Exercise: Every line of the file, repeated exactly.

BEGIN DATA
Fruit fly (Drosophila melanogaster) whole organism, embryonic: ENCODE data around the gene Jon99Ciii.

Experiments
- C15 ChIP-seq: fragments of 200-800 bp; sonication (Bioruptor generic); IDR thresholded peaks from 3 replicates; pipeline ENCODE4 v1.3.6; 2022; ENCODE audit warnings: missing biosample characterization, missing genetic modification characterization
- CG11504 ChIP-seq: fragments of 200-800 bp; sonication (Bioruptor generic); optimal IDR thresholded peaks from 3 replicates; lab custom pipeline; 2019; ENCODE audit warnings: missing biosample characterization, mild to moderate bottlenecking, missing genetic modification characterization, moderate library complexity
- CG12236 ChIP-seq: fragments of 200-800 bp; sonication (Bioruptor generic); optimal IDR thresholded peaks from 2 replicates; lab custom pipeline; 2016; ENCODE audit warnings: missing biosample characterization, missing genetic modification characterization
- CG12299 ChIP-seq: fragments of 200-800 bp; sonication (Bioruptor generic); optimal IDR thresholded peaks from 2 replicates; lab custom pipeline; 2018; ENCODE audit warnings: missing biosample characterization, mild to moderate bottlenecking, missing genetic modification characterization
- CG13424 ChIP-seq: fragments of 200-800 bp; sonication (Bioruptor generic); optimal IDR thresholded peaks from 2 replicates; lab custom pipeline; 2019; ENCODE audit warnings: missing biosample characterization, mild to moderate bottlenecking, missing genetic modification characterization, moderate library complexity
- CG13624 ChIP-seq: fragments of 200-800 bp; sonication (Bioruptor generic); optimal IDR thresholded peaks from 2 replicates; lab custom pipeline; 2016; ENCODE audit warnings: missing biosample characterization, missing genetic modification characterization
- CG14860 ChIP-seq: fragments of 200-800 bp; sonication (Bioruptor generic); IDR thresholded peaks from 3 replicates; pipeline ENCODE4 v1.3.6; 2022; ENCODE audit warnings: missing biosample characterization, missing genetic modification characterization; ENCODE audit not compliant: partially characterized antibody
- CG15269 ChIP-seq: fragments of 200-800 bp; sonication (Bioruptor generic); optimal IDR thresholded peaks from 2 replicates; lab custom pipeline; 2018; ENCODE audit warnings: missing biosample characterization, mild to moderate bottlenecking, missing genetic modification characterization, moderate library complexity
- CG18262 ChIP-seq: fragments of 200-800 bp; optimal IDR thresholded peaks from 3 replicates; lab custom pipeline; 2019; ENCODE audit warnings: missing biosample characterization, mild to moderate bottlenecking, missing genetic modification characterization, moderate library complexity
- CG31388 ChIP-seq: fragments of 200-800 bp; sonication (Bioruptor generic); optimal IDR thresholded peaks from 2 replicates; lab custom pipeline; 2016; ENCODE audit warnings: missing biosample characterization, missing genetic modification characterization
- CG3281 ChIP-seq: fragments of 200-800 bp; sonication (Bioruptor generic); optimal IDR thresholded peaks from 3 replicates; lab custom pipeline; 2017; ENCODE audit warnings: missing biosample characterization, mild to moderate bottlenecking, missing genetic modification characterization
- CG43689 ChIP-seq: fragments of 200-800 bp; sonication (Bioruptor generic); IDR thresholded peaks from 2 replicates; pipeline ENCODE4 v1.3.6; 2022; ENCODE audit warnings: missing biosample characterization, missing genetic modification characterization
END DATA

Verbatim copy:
Fruit fly (Drosophila melanogaster) whole organism, embryonic: ENCODE data around the gene Jon99Ciii.

Experiments
- C15 ChIP-seq: fragments of 200-800 bp; sonication (Bioruptor generic); IDR thresholded peaks from 3 replicates; pipeline ENCODE4 v1.3.6; 2022; ENCODE audit warnings: missing biosample characterization, missing genetic modification characterization
- CG11504 ChIP-seq: fragments of 200-800 bp; sonication (Bioruptor generic); optimal IDR thresholded peaks from 3 replicates; lab custom pipeline; 2019; ENCODE audit warnings: missing biosample characterization, mild to moderate bottlenecking, missing genetic modification characterization, moderate library complexity
- CG12236 ChIP-seq: fragments of 200-800 bp; sonication (Bioruptor generic); optimal IDR thresholded peaks from 2 replicates; lab custom pipeline; 2016; ENCODE audit warnings: missing biosample characterization, missing genetic modification characterization
- CG12299 ChIP-seq: fragments of 200-800 bp; sonication (Bioruptor generic); optimal IDR thresholded peaks from 2 replicates; lab custom pipeline; 2018; ENCODE audit warnings: missing biosample characterization, mild to moderate bottlenecking, missing genetic modification characterization
- CG13424 ChIP-seq: fragments of 200-800 bp; sonication (Bioruptor generic); optimal IDR thresholded peaks from 2 replicates; lab custom pipeline; 2019; ENCODE audit warnings: missing biosample characterization, mild to moderate bottlenecking, missing genetic modification characterization, moderate library complexity
- CG13624 ChIP-seq: fragments of 200-800 bp; sonication (Bioruptor generic); optimal IDR thresholded peaks from 2 replicates; lab custom pipeline; 2016; ENCODE audit warnings: missing biosample characterization, missing genetic modification characterization
- CG14860 ChIP-seq: fragments of 200-800 bp; sonication (Bioruptor generic); IDR thresholded peaks from 3 replicates; pipeline ENCODE4 v1.3.6; 2022; ENCODE audit warnings: missing biosample characterization, missing genetic modification characterization; ENCODE audit not compliant: partially characterized antibody
- CG15269 ChIP-seq: fragments of 200-800 bp; sonication (Bioruptor generic); optimal IDR thresholded peaks from 2 replicates; lab custom pipeline; 2018; ENCODE audit warnings: missing biosample characterization, mild to moderate bottlenecking, missing genetic modification characterization, moderate library complexity
- CG18262 ChIP-seq: fragments of 200-800 bp; optimal IDR thresholded peaks from 3 replicates; lab custom pipeline; 2019; ENCODE audit warnings: missing biosample characterization, mild to moderate bottlenecking, missing genetic modification characterization, moderate library complexity
- CG31388 ChIP-seq: fragments of 200-800 bp; sonication (Bioruptor generic); optimal IDR thresholded peaks from 2 replicates; lab custom pipeline; 2016; ENCODE audit warnings: missing biosample characterization, missing genetic modification characterization
- CG3281 ChIP-seq: fragments of 200-800 bp; sonication (Bioruptor generic); optimal IDR thresholded peaks from 3 replicates; lab custom pipeline; 2017; ENCODE audit warnings: missing biosample characterization, mild to moderate bottlenecking, missing genetic modification characterization
- CG43689 ChIP-seq: fragments of 200-800 bp; sonication (Bioruptor generic); IDR thresholded peaks from 2 replicates; pipeline ENCODE4 v1.3.6; 2022; ENCODE audit warnings: missing biosample characterization, missing genetic modification characterization